Dinham Bridge in the Shropshire market town of Ludlow is not as old as looks suggest. It was built in 1823 and is sometimes attributed to Thomas Telford, who in earlier decades had been Shropshire’s Surveyor of Public Works. But it seems unlikely that this is one of his bridges; around this time and for several years before he was most often to be found far away in his Scottish homeland, very much taken up with the mammoth enterprise that was the construction of the 60 mile-long Caledonian Canal.
On the other hand, Ludlow Castle, seen here above the bridge, is every bit as old as it looks – over a thousand years old in fact. Work began on the hillside promontory in 1075 and continued over the next hundred years. It was a key defensive position aimed at keeping the nearby rebelling Welsh suitably subdued. The town grew up below its walls from the 12th century onwards, all laid out in the manner typical medieval town planning.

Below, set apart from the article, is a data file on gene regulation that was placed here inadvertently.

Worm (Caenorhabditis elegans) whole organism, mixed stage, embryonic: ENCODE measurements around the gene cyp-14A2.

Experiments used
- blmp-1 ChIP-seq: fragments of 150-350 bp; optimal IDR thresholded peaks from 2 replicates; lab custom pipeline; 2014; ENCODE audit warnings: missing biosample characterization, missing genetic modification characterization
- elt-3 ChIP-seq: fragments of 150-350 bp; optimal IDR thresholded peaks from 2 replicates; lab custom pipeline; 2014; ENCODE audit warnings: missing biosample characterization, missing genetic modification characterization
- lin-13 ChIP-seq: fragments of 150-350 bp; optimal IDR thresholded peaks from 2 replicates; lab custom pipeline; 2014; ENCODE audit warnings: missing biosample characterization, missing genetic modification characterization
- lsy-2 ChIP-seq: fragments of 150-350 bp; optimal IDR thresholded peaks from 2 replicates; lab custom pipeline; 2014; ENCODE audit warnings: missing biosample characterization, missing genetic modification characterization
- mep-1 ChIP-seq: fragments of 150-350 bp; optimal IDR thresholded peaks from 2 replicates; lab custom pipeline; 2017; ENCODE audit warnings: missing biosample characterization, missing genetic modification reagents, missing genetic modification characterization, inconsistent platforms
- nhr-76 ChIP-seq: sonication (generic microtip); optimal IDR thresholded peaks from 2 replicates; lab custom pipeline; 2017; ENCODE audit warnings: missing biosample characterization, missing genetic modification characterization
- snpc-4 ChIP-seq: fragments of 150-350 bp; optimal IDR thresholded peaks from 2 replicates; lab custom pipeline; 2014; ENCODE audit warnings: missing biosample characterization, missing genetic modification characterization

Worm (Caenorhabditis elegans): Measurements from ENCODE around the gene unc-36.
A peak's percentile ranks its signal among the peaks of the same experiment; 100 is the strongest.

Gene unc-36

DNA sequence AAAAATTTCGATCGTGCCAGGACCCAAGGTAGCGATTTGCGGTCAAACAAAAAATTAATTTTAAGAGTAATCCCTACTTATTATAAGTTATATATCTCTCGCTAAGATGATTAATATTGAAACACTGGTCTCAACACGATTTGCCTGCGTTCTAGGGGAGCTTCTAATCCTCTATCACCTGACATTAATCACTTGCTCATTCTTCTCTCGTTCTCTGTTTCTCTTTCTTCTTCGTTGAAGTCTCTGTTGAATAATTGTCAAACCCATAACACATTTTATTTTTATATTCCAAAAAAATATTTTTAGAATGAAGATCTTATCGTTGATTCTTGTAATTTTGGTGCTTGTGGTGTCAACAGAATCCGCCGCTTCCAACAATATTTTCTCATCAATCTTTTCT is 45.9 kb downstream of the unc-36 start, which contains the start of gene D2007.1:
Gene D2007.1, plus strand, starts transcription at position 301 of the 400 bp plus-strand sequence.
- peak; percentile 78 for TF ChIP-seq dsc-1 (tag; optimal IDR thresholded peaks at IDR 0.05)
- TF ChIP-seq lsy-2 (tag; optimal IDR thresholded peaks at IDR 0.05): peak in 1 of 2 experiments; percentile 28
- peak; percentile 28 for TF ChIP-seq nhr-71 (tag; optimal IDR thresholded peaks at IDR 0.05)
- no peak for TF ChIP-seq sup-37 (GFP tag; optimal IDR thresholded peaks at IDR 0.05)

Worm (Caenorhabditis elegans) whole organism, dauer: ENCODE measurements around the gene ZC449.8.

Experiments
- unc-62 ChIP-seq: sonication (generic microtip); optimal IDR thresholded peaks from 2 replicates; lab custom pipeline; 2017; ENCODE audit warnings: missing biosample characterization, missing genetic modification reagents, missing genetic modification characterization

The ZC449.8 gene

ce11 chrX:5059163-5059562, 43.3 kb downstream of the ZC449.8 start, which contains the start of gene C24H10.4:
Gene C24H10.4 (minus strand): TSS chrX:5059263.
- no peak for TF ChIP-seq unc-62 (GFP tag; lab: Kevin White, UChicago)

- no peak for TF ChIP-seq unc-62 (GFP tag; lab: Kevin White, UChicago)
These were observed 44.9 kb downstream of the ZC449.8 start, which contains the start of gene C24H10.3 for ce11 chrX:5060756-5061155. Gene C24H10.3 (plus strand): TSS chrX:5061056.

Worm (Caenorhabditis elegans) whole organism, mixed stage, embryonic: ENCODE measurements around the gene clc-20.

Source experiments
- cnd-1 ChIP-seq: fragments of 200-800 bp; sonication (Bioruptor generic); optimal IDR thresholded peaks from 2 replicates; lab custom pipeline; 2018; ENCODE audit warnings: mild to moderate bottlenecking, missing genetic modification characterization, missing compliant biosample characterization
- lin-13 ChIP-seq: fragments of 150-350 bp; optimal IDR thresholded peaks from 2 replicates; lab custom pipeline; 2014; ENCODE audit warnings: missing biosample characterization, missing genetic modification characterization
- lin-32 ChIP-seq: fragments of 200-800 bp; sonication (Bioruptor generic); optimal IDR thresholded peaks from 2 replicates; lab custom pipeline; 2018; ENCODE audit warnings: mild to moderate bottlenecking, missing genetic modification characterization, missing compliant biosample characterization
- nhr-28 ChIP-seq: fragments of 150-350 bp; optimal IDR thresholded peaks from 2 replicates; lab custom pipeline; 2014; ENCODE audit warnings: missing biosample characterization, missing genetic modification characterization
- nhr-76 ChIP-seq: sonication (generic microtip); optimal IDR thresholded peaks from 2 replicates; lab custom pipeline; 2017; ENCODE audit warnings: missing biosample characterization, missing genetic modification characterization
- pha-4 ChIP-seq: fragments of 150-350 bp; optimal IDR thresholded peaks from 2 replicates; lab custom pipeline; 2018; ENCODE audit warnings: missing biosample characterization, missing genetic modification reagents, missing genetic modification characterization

Meanwhile the castle continued to play its part – in the Wars of the Roses, and the English Civil War. It was also the place where, Arthur Tudor, Prince of Wales and Henry VIII’s older brother died in 1502, a circumstance that later had much to answer for. In the November of the preceding year, Arthur and his new bride, Catherine of Aragon, had gone to Ludlow Castle for their honeymoon. They were both 15 years old, and had been betrothed since infancy. You can read more of that story in an earlier post Honeymoon Destination Anyone?